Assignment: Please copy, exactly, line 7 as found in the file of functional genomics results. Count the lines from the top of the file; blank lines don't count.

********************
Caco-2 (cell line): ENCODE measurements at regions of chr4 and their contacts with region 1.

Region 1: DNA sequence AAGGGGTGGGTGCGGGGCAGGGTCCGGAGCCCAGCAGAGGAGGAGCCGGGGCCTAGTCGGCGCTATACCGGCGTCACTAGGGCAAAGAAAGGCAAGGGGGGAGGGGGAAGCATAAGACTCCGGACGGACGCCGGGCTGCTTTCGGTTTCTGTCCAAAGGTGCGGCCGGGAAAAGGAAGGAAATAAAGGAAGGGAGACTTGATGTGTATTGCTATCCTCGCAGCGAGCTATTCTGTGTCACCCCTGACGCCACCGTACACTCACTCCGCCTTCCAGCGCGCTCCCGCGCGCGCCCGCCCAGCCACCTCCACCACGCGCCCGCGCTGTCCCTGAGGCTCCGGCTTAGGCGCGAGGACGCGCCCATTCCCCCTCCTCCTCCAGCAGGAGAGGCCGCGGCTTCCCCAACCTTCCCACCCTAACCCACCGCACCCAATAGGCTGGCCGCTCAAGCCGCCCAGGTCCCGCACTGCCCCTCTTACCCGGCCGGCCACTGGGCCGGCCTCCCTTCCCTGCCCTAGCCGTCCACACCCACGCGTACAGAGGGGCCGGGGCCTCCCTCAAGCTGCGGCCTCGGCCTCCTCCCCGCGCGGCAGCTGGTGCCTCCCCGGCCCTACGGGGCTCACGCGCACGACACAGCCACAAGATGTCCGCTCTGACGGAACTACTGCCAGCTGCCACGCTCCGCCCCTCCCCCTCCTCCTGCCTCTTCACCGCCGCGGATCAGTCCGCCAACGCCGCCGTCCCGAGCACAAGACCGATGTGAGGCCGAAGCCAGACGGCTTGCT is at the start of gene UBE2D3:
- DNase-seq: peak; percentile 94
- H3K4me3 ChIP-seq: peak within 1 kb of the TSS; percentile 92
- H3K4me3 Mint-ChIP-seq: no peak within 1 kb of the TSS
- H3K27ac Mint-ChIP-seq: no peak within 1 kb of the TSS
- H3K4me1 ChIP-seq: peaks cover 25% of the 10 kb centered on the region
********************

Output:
- H3K4me1 ChIP-seq: peaks cover 25% of the 10 kb centered on the region